Often times, following accidents or injuries that are caused by a person or company’s negligence, the negligent individual or corporation must face two types of trials: a criminal trial that holds the party responsible for illegal actions, and a civil trial to compensate the victims for such things as medical bills, loss of time with a loved one, and pain and suffering.
This is exactly what’s happening in our attorneys’ ongoing Illinois wrongful death lawsuit. The wrongful death case arises from a situation in which a nurse at a Woodstock, Illinois nursing home improperly administered medication to patients, which allegedly caused or contributed to cause their deaths.
60 year-old nurse Marty Himebaugh has been dubbed the “Angel of Death.” This past Thursday, October 13, she pled guilty to criminal neglect of a long-term care facility resident. According to the Chicago Sun Times, her sentence has not yet been determined, but she faces up to three years in prison for the Class 4 felony. Sentencing is scheduled for December 14 of this year.
Although the plea bargain only relates to one of the patients to whom Himebaugh was accused of improperly administering medication, she may still be found liable in a civil court of law. Our Illinois nursing home negligence attorney on this case, Steve Levin, commented: “We’re pleased that she at the very least admitted some guilt for her actions. We’re disappointed that she didn’t face trial on all the charges against her, but we recognize that plea bargaining is a part of our judicial process.”
In the criminal case, the crime to which Himebaugh did plead guilty was related to giving anti-anxiety medication to whom it wasn’t prescribed. The patient later fell and suffered a cut to his forehead. Himebaugh later told police that she had “borrowed” the medicine from another resident.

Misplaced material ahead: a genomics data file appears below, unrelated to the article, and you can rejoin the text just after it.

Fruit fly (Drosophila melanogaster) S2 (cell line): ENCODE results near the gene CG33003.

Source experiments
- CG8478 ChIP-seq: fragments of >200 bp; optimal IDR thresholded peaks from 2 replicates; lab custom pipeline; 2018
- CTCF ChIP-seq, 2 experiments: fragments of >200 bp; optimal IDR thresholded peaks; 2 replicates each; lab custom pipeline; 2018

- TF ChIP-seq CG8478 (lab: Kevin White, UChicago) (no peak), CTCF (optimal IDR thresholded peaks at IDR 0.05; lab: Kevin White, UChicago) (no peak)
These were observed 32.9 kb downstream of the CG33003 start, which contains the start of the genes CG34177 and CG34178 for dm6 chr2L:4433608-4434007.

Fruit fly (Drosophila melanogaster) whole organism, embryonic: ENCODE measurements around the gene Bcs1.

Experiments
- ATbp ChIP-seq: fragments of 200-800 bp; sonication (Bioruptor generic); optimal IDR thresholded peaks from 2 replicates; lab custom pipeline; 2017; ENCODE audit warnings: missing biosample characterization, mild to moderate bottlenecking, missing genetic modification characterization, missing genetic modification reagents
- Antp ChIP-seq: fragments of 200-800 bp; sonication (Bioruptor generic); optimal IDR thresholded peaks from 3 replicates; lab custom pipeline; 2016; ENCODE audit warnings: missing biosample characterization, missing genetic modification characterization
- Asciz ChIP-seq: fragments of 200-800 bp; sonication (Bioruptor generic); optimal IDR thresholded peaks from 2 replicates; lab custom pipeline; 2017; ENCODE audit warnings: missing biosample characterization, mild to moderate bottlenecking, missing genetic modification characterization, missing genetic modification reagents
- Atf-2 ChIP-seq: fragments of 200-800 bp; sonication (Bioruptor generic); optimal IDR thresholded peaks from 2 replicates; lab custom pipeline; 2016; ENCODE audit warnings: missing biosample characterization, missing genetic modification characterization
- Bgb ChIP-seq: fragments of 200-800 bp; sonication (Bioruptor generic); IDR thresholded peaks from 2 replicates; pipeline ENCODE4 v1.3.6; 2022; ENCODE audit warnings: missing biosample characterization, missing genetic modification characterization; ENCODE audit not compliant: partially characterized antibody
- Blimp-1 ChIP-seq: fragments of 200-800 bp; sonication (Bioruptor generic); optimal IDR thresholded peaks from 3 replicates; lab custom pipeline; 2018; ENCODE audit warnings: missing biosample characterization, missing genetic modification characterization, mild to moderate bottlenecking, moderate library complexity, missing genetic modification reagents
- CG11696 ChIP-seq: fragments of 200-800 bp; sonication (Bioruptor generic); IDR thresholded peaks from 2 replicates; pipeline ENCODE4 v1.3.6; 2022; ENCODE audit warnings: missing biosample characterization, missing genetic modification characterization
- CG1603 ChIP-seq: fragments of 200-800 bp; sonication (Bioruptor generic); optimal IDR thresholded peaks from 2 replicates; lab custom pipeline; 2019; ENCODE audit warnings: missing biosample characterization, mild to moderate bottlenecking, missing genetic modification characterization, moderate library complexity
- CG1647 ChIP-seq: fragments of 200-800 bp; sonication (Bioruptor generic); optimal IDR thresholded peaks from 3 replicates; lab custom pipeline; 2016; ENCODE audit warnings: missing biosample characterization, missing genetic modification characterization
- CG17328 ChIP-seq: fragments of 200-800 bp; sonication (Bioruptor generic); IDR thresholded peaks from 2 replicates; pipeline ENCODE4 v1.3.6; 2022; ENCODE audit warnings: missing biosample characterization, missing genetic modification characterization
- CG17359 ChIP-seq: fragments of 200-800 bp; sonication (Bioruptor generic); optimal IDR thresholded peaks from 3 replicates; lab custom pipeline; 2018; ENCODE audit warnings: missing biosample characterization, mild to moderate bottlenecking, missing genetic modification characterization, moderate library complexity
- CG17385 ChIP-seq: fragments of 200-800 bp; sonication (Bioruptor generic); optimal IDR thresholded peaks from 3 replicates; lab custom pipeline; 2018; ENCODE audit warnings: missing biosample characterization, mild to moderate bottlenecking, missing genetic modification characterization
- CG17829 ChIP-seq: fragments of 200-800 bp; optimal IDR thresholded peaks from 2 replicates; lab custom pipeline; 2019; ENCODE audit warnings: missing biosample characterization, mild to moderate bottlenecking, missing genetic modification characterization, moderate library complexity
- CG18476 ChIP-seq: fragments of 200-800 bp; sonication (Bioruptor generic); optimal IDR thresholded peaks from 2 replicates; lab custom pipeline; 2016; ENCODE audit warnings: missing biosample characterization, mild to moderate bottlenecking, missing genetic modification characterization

Following an investigation conducted by the Illinois Department of Public Health, it was learned that Himebaugh overmedicated patients to guarantee that the nurses had quiet shifts. The same investigation also revealed that Himebaugh told another co-worker that “[patients with Down Syndrome] aren’t meant to live this long. They are meant to die in their teens, and I’m going to help him along.” For purposes of the investigation, three bodies were exhumed and examined, including Virginia Cole, whose family our attorneys represent. Of the three, only Cole was referenced in the criminal indictment.
Himebaugh, along with her supervisor at the nursing home, Penny Whitlock, was indicted in 2008 for recklessly endangering the lives of patients by administering unprescribed medication and excessive levels of morphine. Whitlock, who is no longer facing charges, was accused of failing to act when she learned that Himebaugh was overmedicating patients.
Our Chicago nursing home negligence lawyers understand how devastating it is when vulnerable patients are harmed, and have extensive experience fighting for the rights of victims of nursing home abuse and neglect. If you or a loved one have suffered from improper care by a nursing home, contact an attorney immediately to better understand your rights under the law.